EDIT: and also ironically, George Soros is a native speaker

4

kittybecca wrote

"i want to propose a new law. FUCK TRANNIES"

"sorry mr. president, that's not a law"

"FUCK TRANNIES, THAT'S THE LAW, I'M THE LAW"

"no it doesn't work like that, you have to actually have some sort of proposal with a tangible implementation and a rationale"

"grrr, fucking deep state... alright mike, can you give them the legal equivalent of what i just said?"

4

kittybecca wrote (edited )

Certainly. The most recent promising one is Pandunia. There was also Lingwa de Planeta, which I personally love and wish was more widely spoken... unfortunately there was a guy several years back who spammed the crap out of Esperanto speakers about it, which turned most of them off. I myself didn't get too into it until after it had mostly faded away.

Note also though: learning Esperanto doesn't mean committing to it as an international auxiliary language. It's a great exercise in and of itself, has a very broad and diverse community and great body of literature, and the more you learn it, the more you see just how much there is beyond the sanitized advertising image you generally read in English. Both good and bad. Above all, it's the auxlang that is (edit: socially/communally) closest to a natural lang, purely in the sense of how much is available in the language.

7

kittybecca wrote

It's also often just similar to their documented campaigns to pose as black people or other oppressed minorities and advocate reactionary tendencies. The idea is that "the left" doesn't understand what reality is like for these minorities and that if it did, "the left" would also be in favor of reactionary ideas. It has little to do with the left, of course, and everything to do with what reactionaries think about the left, which is why such campaigns are never very effective at doing anything other than circlejerking with other reactionaries.

3

kittybecca wrote

There's a huge difference between intermingling (participating in a culture) vs. appropriating it. Intermingling involves members of both cultures exchanging things with one another. Appropriating is purely about taking, generally in the absence of members of the appropriated culture for unacknowledged and unexamined reasons.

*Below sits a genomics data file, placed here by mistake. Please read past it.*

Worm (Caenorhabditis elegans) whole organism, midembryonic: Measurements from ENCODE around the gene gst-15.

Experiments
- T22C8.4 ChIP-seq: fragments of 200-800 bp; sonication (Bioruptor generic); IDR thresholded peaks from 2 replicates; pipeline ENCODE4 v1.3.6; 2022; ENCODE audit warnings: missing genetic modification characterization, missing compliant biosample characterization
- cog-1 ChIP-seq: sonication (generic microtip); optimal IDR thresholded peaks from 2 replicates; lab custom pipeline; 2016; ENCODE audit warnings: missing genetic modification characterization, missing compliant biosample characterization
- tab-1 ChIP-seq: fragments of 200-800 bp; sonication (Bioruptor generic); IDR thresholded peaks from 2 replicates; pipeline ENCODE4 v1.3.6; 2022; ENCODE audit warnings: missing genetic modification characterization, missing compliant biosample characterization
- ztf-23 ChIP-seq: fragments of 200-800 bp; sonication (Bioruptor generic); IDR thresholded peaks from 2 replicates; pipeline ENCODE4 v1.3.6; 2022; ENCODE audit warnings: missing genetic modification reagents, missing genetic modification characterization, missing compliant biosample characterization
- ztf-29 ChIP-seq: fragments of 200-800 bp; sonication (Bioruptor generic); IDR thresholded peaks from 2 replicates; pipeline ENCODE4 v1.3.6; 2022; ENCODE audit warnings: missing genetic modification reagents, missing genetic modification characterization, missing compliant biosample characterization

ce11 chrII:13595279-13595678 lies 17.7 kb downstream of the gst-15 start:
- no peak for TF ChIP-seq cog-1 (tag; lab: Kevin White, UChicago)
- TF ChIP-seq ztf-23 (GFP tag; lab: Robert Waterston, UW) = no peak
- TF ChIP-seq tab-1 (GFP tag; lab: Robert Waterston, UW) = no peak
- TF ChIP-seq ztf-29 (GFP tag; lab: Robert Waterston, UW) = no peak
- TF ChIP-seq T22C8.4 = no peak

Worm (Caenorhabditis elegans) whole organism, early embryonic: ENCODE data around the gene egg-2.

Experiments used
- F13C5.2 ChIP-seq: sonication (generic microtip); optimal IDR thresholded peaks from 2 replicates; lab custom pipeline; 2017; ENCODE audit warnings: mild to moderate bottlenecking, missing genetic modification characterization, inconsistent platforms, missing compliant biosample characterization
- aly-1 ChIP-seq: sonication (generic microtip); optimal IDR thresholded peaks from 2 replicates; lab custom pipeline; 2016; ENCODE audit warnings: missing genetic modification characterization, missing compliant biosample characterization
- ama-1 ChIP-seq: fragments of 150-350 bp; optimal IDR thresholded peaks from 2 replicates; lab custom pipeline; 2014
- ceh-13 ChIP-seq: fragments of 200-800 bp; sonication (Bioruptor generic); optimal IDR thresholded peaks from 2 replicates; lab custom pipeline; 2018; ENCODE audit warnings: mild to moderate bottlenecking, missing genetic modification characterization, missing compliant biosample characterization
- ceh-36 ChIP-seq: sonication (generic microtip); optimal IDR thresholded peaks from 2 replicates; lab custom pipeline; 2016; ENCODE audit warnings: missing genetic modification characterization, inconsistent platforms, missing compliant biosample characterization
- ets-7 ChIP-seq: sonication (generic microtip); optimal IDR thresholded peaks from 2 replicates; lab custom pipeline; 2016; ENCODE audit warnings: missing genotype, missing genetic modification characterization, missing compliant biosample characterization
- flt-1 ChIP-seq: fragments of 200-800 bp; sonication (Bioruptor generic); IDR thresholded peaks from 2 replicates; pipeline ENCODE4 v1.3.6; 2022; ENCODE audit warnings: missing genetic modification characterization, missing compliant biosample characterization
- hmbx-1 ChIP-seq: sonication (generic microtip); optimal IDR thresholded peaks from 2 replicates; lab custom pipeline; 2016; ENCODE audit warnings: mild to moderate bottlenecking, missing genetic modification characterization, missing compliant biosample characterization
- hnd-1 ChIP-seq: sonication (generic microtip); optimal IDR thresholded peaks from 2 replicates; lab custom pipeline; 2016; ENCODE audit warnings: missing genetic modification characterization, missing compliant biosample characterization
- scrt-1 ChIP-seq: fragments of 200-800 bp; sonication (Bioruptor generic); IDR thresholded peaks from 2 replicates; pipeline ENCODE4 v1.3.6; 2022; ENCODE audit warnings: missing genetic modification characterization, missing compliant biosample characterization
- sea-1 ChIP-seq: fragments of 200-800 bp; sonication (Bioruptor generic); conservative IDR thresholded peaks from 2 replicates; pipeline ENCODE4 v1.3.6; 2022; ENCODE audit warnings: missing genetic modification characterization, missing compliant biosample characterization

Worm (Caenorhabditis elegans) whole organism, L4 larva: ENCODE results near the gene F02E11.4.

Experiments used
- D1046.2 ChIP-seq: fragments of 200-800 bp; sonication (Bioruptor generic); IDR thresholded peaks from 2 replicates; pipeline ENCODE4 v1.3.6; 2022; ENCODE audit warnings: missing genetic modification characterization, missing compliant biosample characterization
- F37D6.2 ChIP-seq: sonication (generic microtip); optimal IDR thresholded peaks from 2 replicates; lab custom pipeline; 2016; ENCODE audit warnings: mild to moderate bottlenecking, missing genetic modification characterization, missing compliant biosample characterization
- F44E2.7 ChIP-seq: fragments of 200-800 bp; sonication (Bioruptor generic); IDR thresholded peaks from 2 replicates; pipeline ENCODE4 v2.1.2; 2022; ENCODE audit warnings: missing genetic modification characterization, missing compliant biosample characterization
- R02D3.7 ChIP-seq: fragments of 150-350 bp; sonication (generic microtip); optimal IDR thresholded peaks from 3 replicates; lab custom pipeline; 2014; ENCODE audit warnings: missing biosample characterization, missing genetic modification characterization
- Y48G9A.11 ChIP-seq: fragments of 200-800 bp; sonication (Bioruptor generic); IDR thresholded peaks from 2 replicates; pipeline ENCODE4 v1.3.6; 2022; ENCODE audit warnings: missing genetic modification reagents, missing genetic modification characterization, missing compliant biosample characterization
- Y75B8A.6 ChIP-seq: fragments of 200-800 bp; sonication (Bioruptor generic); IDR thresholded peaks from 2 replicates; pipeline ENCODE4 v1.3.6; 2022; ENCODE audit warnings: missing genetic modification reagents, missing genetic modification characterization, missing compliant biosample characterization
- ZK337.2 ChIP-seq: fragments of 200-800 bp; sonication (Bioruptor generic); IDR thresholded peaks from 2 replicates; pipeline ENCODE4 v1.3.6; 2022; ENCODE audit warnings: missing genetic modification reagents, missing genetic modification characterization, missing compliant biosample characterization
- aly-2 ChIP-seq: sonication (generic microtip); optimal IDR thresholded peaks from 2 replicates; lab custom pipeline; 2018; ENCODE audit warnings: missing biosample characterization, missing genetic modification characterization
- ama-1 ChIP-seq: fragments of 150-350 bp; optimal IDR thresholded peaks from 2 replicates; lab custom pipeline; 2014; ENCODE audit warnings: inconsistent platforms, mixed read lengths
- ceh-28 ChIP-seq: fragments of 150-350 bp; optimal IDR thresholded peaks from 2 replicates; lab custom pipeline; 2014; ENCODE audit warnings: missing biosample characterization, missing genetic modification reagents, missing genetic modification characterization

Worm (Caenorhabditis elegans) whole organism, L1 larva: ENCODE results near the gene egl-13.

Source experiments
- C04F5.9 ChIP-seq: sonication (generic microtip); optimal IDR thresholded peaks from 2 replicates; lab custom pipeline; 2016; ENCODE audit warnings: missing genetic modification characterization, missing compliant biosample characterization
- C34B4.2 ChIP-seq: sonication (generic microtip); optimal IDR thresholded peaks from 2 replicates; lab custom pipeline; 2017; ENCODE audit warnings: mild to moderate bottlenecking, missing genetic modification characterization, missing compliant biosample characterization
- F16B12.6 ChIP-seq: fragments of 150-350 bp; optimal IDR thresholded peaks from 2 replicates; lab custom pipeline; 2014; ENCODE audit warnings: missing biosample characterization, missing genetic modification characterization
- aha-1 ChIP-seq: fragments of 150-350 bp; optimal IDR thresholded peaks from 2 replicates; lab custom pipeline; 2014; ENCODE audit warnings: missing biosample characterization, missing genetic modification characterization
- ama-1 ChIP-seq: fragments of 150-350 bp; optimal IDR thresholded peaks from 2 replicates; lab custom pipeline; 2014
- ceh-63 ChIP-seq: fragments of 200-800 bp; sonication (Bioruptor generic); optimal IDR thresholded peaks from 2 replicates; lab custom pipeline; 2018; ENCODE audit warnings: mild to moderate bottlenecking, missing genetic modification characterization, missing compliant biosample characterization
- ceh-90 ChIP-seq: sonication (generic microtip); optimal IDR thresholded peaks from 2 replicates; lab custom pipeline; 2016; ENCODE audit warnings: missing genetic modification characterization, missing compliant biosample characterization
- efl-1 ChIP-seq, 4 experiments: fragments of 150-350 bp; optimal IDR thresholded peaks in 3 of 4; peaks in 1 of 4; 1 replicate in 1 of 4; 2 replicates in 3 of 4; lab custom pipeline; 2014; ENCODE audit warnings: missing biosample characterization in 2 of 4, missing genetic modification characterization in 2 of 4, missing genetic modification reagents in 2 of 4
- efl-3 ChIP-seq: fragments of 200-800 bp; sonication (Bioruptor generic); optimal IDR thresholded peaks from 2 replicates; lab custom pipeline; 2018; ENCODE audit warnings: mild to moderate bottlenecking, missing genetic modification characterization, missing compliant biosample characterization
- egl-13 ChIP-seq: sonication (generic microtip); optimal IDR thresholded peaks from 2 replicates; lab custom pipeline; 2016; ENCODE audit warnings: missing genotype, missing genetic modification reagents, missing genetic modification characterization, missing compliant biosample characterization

7

kittybecca wrote (edited )

Thanks for the nuanced perspective. I'm surprised by the lack of it in this thread, even on the side of people who are against cultural appropriation. Have people ever really read much about this from the perspective of marginalized people?

Virtually no one is saying you can't ever learn things from their culture. It's about how you do it and how much respect you have or don't have for the culture you're learning from. It's about whether you're learning from members of the culture and taking their history and traditions and beliefs into account. It's about whether you understand what the symbol you're using means, and not perverting it to serve a colonialist narrative or profiting off of it while members of the appropriated culture live in poverty. It's about whether members of the culture itself would be rewarded or punished for the behavior you've picked up from them. It's a question of "do you respect this culture or are you just trying to use them to gain social currency in your own culture?" Etc.

Exchange is something that happens between people who have some sort of relationship and respect for each other; appropriation largely pushes the appropriated culture to the side and the only way they figure in is as an exotic curiosity, a subject to discuss or imitate with your own culture.

28

kittybecca wrote

This gets said a lot, but a big part of the left is too centered around cities and even openly contemptuous of people in rural areas and/or small towns. A big way of changing this might be for people from rural areas and small towns to, where possible, talk to their families and other people back home, keep a dialog open and do their best to change minds. If you approach it the right way, if you say "we all..." rather than "you need to..." etc., if you have a conversation rather than talking at other people, if you advance your argument in a way that doesn't make you sound like some elitist ass who is trying to make everyone bow to your newfound wokeness, you can accomplish more than you might think.